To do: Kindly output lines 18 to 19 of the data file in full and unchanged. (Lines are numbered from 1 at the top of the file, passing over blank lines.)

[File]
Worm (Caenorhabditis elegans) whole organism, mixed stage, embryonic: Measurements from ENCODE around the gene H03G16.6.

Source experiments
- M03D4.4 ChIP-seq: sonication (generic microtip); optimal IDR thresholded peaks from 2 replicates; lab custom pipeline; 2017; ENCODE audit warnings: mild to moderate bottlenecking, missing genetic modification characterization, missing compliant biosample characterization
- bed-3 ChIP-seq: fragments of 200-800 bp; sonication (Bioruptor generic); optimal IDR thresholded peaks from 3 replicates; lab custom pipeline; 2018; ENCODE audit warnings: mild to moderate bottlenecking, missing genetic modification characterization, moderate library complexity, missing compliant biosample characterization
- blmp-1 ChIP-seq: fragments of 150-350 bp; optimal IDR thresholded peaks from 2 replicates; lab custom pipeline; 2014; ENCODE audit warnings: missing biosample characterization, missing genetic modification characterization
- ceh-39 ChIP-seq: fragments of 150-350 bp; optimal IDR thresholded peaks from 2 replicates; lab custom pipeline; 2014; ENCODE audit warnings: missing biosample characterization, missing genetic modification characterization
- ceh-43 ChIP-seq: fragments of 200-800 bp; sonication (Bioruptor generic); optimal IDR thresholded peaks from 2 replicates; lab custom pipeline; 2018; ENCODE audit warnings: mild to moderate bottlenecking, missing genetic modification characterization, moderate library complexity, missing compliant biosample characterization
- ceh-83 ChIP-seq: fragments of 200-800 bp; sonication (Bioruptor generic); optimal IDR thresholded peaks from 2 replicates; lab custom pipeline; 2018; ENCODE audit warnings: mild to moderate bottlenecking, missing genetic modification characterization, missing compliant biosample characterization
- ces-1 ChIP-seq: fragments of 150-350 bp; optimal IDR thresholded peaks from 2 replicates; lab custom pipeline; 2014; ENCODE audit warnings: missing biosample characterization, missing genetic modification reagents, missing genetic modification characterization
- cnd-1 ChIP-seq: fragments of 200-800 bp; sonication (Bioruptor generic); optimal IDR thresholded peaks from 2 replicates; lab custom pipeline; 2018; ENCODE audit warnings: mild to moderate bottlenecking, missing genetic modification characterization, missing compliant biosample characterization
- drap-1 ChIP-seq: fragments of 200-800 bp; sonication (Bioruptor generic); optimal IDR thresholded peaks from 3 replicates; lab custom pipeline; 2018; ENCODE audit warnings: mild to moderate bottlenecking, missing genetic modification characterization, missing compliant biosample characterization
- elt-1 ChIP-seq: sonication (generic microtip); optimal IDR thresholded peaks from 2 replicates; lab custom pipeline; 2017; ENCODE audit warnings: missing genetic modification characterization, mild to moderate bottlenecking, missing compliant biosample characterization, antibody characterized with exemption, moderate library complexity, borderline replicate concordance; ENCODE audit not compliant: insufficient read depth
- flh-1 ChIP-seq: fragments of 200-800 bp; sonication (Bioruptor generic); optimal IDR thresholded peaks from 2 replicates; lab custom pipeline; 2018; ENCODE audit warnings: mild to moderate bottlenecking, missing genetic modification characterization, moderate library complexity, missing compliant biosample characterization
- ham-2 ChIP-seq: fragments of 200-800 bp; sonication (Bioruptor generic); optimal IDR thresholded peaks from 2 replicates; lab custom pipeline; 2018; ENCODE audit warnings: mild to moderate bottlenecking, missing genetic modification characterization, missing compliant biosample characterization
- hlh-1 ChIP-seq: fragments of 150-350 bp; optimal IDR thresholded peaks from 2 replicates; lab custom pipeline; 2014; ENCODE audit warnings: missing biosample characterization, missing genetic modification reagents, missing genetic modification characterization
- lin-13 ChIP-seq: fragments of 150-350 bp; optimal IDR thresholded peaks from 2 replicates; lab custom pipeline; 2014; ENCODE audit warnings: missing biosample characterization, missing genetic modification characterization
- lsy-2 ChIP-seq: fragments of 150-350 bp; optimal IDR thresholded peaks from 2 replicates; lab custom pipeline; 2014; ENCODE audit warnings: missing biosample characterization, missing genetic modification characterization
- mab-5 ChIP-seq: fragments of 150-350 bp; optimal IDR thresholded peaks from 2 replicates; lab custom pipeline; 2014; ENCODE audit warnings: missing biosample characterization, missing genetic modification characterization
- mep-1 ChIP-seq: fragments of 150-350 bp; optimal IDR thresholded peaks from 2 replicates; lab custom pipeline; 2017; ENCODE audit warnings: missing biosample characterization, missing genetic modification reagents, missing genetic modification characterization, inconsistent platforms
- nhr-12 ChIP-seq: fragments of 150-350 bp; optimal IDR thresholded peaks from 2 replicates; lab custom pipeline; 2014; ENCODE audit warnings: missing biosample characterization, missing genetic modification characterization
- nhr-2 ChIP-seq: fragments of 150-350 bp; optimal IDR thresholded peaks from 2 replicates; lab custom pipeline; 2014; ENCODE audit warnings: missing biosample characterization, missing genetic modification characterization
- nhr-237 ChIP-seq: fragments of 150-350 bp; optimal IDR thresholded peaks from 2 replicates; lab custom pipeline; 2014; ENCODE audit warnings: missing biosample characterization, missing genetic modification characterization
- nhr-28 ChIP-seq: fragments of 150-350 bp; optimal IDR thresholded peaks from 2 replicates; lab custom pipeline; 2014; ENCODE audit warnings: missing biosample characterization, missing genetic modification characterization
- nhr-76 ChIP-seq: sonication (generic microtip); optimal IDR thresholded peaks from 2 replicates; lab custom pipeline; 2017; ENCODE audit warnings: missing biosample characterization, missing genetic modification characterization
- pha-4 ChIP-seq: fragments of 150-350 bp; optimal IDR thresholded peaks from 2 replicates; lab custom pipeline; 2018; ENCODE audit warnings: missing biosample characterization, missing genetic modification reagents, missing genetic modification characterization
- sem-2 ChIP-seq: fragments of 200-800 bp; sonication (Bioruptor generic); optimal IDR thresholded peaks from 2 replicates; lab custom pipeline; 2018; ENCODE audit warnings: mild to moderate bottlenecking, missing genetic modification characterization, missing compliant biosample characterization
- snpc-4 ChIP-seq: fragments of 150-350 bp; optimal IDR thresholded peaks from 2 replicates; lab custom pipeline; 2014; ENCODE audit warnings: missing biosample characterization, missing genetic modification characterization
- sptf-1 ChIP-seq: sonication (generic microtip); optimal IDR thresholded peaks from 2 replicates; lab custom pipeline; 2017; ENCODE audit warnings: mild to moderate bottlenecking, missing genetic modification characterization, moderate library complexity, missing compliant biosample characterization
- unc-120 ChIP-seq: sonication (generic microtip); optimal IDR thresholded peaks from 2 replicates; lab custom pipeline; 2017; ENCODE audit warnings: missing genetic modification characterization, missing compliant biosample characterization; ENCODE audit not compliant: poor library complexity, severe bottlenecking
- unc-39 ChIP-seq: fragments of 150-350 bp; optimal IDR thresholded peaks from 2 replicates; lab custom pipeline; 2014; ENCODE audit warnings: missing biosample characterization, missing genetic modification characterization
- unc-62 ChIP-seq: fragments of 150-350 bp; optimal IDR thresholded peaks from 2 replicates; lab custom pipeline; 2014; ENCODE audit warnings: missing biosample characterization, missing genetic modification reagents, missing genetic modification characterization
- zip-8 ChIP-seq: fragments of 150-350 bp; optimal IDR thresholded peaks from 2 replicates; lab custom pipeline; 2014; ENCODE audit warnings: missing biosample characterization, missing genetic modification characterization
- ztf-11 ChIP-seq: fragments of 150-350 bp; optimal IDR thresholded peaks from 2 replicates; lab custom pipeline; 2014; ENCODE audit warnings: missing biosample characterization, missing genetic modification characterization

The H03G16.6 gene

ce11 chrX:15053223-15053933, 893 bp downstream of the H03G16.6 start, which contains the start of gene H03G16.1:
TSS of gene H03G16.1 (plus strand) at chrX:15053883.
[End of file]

- mab-5 ChIP-seq: fragments of 150-350 bp; optimal IDR thresholded peaks from 2 replicates; lab custom pipeline; 2014; ENCODE audit warnings: missing biosample characterization, missing genetic modification characterization
- mep-1 ChIP-seq: fragments of 150-350 bp; optimal IDR thresholded peaks from 2 replicates; lab custom pipeline; 2017; ENCODE audit warnings: missing biosample characterization, missing genetic modification reagents, missing genetic modification characterization, inconsistent platforms